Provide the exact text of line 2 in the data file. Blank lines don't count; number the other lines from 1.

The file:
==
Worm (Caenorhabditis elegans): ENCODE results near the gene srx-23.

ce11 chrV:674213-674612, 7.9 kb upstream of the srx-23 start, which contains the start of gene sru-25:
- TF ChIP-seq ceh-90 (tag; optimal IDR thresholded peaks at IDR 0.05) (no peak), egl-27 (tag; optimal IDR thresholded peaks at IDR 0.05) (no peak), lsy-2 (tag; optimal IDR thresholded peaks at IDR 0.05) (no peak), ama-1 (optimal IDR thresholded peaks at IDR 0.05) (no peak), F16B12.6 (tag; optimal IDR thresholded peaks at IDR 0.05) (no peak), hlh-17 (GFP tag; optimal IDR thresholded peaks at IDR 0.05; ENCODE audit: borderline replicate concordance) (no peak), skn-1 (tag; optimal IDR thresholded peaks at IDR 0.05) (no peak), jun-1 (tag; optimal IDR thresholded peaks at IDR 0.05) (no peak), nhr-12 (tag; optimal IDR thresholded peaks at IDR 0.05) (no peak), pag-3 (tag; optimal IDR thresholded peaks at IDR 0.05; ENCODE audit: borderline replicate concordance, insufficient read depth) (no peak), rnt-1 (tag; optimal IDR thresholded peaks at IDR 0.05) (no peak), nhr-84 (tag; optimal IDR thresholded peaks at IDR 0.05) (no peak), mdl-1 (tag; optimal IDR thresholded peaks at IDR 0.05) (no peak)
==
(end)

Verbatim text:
ce11 chrV:674213-674612, 7.9 kb upstream of the srx-23 start, which contains the start of gene sru-25: